Section 4.1 Mental Math

Section 4.1 Mental Math

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Section 4.1 Mental Math

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1. Section 4.1 Mental Math The availability and widespread use of calculators and computers have permanently changed the way we compute. Consequently, there is an increasing need to develop students’ skill in estimating answers when checking the reasonableness of results obtained electronically. Computational estimation, in turn, requires a good working knowledge of mental math. Thus this section begins with several techniques for doing mental calculations. NTCM Standard Grade 4 and 5: Students select appropriate methods and apply them accurately to estimate products and calculate them mentally, depending on the context and numbers involved.

2. Compatible Numbers (friendly numbers) are numbers whose sums, differences, products, or quotients are easy to calculate mentally. • Examples • 3 and 7 are compatible under addition because 3 + 7 = 10 • 86 and 14 are compatible under addition because 86 + 14 = 100 • 25 and 4 are compatible under multiplication because 25 × 4 = 100 • 480 and 24 are compatible under division because 480 ÷ 24 = 20

3. Compensation is a process that reformulates a sum, difference, product, or quotient to another one that is easier to compute. Additive compensation 98 + 56 = (98 +2) + (56 –2) = 100 + 54 = 154 Subtractive compensation (equal additions method) 47 – 29 = (47 +1) – (29 +1) = 48 – 30 = 18 Multiplicative compensation 16 × 35 = (16 ÷2) × (2× 35) = 8 × 70 = 560 Division compensation 180 ÷ 15 = (180 ×2) ÷ (15 ×2) = 360 ÷ 30 = 12 270 ÷18 = (270 ÷9) ÷ (18 ÷9) = 30 ÷ 2 = 15

4. Left-to-Right Methods 478 – 263 342 + 136 2 1 5 4 7 8

5. Multiplying Powers of 10 Examples • 45 × 1000 = 45000 i.e. we simply attach 3 zeros to the end of 45. • 20 × 300 = 6000 i.e. we multiply 2 by 3 and then attach 3 zeros to the end of our answer. Remark: It is not correct to say “adding 3 zeros to our answer”, because adding 0’s is the same as adding nothing. The most precise way to say is “concatenating” 3 zeros to the end of our answer.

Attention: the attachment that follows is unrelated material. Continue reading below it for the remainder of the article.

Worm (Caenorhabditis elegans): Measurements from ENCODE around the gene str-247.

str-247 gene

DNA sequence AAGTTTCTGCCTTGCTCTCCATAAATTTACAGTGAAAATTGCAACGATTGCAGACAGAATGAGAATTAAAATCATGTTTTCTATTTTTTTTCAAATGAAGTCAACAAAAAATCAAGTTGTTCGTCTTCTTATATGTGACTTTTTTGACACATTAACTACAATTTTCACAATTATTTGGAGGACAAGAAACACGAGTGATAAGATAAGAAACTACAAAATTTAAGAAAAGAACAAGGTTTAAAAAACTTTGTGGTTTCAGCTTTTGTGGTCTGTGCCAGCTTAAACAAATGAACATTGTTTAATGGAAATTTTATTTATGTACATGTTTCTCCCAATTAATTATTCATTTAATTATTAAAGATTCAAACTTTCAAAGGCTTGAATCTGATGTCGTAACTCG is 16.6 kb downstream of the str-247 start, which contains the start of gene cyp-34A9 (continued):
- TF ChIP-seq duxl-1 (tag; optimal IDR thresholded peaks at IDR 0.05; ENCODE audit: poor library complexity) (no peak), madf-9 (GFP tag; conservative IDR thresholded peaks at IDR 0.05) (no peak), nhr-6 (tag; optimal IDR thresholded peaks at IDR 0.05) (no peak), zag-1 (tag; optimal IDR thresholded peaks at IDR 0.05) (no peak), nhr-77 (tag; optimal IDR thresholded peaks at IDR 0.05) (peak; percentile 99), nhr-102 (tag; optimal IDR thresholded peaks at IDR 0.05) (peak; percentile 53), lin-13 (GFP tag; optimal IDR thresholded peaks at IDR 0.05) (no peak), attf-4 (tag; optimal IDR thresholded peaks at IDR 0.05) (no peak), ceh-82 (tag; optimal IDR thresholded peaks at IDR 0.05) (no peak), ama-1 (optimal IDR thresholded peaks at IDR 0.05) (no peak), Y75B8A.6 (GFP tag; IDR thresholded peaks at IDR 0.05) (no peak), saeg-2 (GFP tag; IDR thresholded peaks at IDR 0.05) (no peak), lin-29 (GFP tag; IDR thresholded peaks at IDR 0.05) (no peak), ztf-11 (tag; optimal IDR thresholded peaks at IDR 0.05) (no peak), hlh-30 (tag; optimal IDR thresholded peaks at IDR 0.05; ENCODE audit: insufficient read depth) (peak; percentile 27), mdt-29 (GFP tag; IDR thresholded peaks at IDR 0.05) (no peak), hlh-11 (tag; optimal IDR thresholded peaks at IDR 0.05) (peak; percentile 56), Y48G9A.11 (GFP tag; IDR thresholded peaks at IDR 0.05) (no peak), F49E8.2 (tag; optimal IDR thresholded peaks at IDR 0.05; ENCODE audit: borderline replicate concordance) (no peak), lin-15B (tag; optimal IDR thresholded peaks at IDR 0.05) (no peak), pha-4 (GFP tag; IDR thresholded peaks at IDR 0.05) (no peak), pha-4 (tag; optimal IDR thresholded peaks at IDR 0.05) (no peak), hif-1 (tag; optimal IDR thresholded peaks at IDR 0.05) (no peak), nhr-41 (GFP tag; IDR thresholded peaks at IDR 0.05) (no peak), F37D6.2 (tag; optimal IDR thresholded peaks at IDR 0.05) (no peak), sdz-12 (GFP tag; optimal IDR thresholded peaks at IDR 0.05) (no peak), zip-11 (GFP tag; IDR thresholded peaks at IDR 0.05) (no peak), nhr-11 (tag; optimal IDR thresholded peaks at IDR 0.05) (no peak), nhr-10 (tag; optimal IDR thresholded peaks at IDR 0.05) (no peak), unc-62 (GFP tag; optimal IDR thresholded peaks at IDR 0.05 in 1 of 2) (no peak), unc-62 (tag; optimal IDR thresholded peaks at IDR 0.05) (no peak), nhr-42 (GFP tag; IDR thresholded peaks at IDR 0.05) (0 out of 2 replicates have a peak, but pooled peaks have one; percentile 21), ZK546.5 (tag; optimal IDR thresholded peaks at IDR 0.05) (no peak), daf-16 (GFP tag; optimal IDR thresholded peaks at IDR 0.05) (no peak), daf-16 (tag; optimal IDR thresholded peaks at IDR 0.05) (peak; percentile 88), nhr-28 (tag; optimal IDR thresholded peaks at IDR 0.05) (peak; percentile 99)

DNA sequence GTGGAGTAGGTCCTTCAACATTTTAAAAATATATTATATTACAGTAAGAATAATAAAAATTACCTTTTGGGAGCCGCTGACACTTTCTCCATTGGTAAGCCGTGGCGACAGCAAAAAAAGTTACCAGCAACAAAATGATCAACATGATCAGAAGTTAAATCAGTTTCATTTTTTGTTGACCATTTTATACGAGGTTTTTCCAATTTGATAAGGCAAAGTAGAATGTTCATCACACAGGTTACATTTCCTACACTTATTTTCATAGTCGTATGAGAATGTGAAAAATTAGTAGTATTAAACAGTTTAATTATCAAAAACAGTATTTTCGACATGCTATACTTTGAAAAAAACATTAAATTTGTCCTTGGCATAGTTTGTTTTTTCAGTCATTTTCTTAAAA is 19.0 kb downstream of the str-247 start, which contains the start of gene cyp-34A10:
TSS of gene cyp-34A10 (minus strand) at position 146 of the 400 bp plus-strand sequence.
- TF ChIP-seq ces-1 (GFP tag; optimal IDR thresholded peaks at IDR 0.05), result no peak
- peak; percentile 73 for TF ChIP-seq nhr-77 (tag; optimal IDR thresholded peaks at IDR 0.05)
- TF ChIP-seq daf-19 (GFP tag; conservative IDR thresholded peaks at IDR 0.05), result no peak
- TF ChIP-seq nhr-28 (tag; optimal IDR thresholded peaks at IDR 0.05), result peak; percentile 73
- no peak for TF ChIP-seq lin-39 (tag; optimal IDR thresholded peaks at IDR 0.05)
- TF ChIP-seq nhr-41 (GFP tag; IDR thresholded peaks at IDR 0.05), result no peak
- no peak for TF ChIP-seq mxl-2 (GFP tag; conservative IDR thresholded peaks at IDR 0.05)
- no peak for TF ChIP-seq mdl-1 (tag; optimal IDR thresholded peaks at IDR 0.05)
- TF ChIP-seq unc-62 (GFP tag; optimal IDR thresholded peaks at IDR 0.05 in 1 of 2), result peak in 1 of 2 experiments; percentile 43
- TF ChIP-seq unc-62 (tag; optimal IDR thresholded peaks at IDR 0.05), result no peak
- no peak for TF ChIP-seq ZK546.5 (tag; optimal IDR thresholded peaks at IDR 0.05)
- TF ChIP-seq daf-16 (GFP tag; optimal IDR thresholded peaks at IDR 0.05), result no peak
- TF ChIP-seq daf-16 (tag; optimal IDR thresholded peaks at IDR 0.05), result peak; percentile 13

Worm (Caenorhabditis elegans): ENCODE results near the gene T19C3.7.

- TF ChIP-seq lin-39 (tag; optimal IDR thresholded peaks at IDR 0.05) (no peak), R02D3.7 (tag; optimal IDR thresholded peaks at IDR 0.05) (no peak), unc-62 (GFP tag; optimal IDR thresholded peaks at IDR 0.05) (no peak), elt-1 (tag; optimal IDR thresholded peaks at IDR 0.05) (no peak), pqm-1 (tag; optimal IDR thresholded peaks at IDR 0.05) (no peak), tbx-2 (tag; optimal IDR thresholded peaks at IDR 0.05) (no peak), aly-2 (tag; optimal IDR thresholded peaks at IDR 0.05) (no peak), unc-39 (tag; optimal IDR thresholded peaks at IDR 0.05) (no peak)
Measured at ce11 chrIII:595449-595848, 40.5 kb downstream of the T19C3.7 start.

6. Multiplying by Special Factors Numbers such as 5, 25, 11, and 99 are considered as special factors. • 628 × 5 = (628 × 10) ÷ 2 = 6280 ÷ 2 = 3140 • 47 × 5 = 470 ÷ 2 = 235 • 46 × 99 = 46 × (100 – 1) = 4600 – 46 = 4554 • 231 × 11 = 231 × 10 + 231 = 2310+ 231 = 2541

7. Special squares The squares of 15, 25, 35, … , 95 can be computed mentally, such as 152 = 225, 452 = 2025, … Secret The squares of these numbers always end in 25, and to compute the first 2 digits, we do the following 852 = 7225 where the 72 comes from 8×8+8

8. Special Products (I) 43 × 47 = 2021 can be performed mentally by 1. 4×4 + 4 = 20 2. 3×7 = 21 3. Linking 20 to 21 and we get 2021 • Remark: • This method works only for multiplying two-digit numbers, and with the extra conditions that • The 1st digits must be equal, • The 2nd digits add up to 10. More examples: 24×26, 62×68, 73×77, 41×49.

9. Special Products (II) 63 × 43 = 2709 can be performed mentally by 1. 6×4 + 3 = 27 2. 3×3 = 9 3. Linking 27 to 09 and we get 2709 • Remark: • This method works only for multiplying two-digit numbers, and with the extra conditions that • The 2nd digits must be equal, • The 1st digits add up to 10. More examples: 24×84, 96×16, 37×77, 54×54.

10. Section 4.2 Written Algorithms for whole number operations

11. Intermediate Algorithms for Addition 134 + 325 = ?

12. Intermediate Algorithms for Addition 37 + 46 = ?

13. Chip Abacus Model for base five Compute 123five + 34five 123five 34five Now we have more than four cubes, so we need to join them end to end and form a long. (click to see)

14. Chip Abacus Model for base five Compute 123five + 34five 123five 34five

15. Chip Abacus Model Chip Abacus Model for base five Compute 123five + 34five 123five 34five

16. Chip Abacus Model Chip Abacus Model for base five Compute 123five + 34five 123five 34five